Administrative Office of the Courts*This article is intended for informational purposes only, and should not be construed as legal advice.
When you use PeopleFinders to perform a criminal records check, you may see that certain records come from the Administrative Office of the Courts or have various references to this agency. What does the Administrative Office of the Courts do, and why might you see documents reference it?
What Is the Administrative Office of the Courts?
Essentially, it’s just what it sounds like. It serves as an administrative assistant to the judicial system, ensuring that judges can rule on court cases without also having to handle the administrative work that goes along with the law.
The Administrative Office of the Courts also maintains a variety of systems that help judges, clerks, officers, news sources, and the general public to more effectively communicate with each other. For example, it prepares and submits the budget for the federal courts to Congress, allowing courts across the country to continue functioning more easily.
In addition, if you happen to encounter the judicial system, whether through research or through trial, you’ll definitely make use of the Administrative Office of the Courts. The office is what provides clerks, probation and pretrial officers, court reporters and public defenders. Plus, it applies new legislation from Congress that impacts the way in which the judicial system works.
Overall, the Administrative Office of the Courts is an incredibly important part of the legal system. By filing records and performing administrative work, it allows the court to do its work effectively.
Is the Administrative Office of the Courts Only a Federal Body?
When you refer to the Administrative Office of the Courts, it’s usually the Administrative Office of the United States Courts, a federal agency that presides over courts across the country. However, not all Administrative Office of the Courts agencies are exclusively federal agencies.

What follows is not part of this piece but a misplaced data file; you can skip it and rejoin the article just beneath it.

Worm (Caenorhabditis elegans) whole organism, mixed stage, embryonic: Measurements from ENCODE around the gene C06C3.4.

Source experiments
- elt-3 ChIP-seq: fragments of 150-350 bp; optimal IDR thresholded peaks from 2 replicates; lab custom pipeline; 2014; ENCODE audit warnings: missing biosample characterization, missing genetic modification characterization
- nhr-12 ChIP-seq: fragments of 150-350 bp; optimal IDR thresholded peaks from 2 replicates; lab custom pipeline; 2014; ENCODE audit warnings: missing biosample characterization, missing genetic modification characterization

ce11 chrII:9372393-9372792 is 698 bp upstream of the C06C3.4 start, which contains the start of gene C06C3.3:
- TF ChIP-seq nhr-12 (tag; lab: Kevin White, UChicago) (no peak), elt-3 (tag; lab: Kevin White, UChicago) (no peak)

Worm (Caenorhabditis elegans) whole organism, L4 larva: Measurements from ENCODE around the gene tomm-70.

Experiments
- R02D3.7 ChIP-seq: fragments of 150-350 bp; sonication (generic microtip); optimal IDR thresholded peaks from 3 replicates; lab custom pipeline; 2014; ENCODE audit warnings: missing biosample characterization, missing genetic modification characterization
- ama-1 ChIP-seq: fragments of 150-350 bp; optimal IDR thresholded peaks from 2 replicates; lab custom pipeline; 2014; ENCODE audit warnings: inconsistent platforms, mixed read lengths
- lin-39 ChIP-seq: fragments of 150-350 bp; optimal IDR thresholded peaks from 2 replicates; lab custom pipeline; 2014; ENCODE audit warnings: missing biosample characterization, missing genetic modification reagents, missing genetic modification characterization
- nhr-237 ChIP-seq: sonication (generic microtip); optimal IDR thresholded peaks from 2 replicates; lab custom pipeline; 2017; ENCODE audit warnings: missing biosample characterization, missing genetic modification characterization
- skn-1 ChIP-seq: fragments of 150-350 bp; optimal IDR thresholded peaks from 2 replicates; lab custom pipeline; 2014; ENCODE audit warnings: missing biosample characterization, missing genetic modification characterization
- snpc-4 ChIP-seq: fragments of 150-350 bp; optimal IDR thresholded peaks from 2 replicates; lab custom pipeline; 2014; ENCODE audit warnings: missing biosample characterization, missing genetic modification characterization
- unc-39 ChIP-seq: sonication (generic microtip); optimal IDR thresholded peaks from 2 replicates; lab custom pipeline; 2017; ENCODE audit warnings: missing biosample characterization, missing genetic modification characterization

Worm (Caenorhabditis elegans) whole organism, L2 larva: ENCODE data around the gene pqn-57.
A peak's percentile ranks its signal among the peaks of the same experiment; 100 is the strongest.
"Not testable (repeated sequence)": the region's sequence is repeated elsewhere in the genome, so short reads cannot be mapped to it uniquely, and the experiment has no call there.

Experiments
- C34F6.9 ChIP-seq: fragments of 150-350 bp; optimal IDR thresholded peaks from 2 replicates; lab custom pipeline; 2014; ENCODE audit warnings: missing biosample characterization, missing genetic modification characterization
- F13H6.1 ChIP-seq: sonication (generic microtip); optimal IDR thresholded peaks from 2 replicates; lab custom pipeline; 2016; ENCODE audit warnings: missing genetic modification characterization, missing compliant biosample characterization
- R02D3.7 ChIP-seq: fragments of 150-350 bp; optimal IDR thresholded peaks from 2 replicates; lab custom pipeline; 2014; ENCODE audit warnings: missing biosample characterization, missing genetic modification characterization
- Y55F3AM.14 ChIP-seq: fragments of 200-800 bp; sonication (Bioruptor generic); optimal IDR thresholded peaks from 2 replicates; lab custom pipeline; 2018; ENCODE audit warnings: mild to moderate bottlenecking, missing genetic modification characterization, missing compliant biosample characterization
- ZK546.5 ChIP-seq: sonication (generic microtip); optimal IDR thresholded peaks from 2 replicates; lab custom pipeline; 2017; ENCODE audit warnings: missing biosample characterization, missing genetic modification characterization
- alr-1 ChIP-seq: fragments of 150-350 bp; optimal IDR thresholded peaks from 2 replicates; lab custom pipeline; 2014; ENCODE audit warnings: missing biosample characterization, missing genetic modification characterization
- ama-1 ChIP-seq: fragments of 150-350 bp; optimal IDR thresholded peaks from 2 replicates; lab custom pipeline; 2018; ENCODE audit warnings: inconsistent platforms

Individual states can also have their own Administrative Office of the Courts. In general, these courts are an offshoot of the federal body, working as a proxy for the federal Administrative Office of the Courts to help each individual state in a more personalized way. Many individual states utilize their Administrative Office of the Courts to deal with both civil and criminal cases more effectively.
When it comes to individual states, the Administrative Office of the Courts tends to provide support in order for each judge, clerk, officer and other officials to properly run the statewide courts. It’s very rare for a case to go to a federal court, however, so most people will only ever deal with these state courts.
Does the Administrative Office of the Courts Make All Records Available Online?
At PeopleFinders, you can find billions of criminal records for millions of American adults. One of the reasons that’s possible is because of digitized documents. Traditionally, the courts stored documents on paper, but the Administrative Office of the Courts has moved toward a simpler digital recordkeeping system.
Since 1999, the Administrative Office of the Courts has moved most of its case files to a digitized standard. That means most are now available through digital means. However, almost all cases before 1999 are still maintained on paper. Some special case files and court documents may also still be on paper. It depends on the particular case.
However, this doesn’t mean that you can just go on the Administrative Office of the Courts website and receive unlimited access to court documents. The Administrative Office of the Courts usually charges a fee for you to search for, download or print court documents and case files. Fees can range from $0.10 per page to $64 per retrieval.
How Does the Administrative Office of the Courts Affect PeopleFinders Records?
It’s important that you’re able to retrieve certain case files and court documents. After all, these criminal records can help you stay more aware of the people with whom you’re friends. But the fees associated with retrieval can be incredibly high. That’s where PeopleFinders comes in.
PeopleFinders does the legwork so you don’t have to. Instead of going to the court and paying for access to each record, you can instead obtain a membership and gain access to the billions of records that PeopleFinders offers.
Because PeopleFinders maintains its records based on a variety of sources, including records digitized by the Administrative Office of the Courts, it owes a lot to the clerks that translate real-world information into digital records. When you perform a criminal records search on someone, you’re probably accessing information that the Administrative Office of the Courts helped compile.